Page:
In some cases, pretexting can seem decidedly low-tech. In 2015, a high school student gained access to the personal email account of then CIA director John Brennan after posing as a Verizon technician and coercing a “fellow” employee into sharing personal information about the head of the government’s top intelligence agency. The student then used that intelligence to answer security questions to gain access to Brennan’s email account. The young hacker ultimately posted the personal information of thousands of former and current government intelligence officials and shared screenshots of sensitive documents he found on Twitter.
In more recent years, hackers have harnessed advanced cognitive computing capabilities to supercharge their pretexting efforts. For example, in March 2019, cyber fraudsters employed software with artificial intelligence (AI) to trick the CEO of a UK energy company into thinking he was talking to his boss and, at the direction of the computerized facsimile, transferring $243,000 to what he was told was the company’s Hungarian supplier. Experts said it was one of the first clearly AI-powered cyberattacks. But it’s unlikely to be the last.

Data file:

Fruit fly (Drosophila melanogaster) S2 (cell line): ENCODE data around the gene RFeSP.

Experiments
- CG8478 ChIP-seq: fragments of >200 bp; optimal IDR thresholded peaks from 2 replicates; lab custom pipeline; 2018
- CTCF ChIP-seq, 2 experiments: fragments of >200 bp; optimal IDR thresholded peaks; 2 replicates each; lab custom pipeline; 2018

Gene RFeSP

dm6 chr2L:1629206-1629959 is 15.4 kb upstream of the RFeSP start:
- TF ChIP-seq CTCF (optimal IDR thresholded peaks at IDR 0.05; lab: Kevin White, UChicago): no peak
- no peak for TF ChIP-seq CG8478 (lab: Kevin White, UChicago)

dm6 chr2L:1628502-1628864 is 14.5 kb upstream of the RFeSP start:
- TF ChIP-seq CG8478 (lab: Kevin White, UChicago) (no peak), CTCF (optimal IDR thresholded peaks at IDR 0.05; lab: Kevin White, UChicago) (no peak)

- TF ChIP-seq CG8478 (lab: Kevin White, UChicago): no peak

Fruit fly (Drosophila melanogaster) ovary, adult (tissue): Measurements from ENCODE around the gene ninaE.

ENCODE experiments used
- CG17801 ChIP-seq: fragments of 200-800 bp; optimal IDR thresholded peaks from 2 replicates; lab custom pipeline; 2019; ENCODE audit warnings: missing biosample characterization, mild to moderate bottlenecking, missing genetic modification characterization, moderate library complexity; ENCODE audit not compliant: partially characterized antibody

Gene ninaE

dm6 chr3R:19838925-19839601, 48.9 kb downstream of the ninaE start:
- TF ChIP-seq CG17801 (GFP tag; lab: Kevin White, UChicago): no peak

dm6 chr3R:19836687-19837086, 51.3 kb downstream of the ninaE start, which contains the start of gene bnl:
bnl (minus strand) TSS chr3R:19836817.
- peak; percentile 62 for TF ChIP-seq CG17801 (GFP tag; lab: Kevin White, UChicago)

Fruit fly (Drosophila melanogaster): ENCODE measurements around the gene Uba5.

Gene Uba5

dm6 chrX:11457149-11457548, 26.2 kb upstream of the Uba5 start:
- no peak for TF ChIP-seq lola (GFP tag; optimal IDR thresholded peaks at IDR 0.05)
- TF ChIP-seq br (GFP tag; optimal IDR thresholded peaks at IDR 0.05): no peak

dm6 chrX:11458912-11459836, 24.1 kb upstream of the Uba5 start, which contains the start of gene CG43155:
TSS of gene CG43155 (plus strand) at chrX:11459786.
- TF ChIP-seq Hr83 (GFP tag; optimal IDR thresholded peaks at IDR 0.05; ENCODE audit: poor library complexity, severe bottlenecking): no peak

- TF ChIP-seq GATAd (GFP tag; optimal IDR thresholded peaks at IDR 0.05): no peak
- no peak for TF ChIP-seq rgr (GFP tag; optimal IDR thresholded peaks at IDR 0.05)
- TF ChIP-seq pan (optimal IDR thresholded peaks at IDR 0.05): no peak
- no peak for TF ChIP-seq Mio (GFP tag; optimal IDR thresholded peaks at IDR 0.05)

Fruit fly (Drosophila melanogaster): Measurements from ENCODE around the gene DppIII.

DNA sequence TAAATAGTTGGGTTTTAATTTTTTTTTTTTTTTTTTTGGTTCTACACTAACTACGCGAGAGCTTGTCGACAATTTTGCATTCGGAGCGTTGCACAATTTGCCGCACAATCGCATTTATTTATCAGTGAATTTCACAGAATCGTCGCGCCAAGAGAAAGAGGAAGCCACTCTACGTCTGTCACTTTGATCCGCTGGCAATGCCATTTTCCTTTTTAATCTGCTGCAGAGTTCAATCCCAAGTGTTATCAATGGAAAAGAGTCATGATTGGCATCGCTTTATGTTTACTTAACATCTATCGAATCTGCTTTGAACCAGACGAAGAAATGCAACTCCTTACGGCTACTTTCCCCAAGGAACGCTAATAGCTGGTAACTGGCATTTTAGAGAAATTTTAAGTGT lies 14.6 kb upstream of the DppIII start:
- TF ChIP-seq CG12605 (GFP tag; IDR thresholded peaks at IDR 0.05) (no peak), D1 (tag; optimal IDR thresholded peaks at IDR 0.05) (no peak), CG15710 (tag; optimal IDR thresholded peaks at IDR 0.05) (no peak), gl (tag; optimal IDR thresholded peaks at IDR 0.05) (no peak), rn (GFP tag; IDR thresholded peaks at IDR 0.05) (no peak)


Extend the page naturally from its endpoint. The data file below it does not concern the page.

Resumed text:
The Bottom Line
When it comes to defending against the pretexting threat, security awareness training is critical. Pretexting attacks are designed to manipulate human trust to elicit specific behaviors, so it’s important to educate employees, contractors, and partners about pretexting. But even with increased training and awareness, employees are human and still vulnerable to exploitation. That’s where leading-edge cybersecurity tools provide unmatched value.
Just as cybercriminals exploit AI to supercharge their pretexting efforts, organizations can arm themselves with sophisticated and automated defenses against them. Natural language processing (NLP) technology, for example, analyzes language and learns to look for words and phrases commonly used in pretexting. In addition, Mimecast’s CyberGraph uses AI to identify malicious patterns indicative of pretexting and prevent sophisticated email attacks. The company’s DMARC Analyzer does the same for domain and email spoofing that cybercriminals employ to make their entreaties seem legitimate.
 “What is pretexting? Definition, examples and prevention,” CSO Online
 “What is pretexting? Definition, examples and prevention,” CSO Online
 “High school Student Hacked Into CIA Director's Personal Email Account,” The Hacker News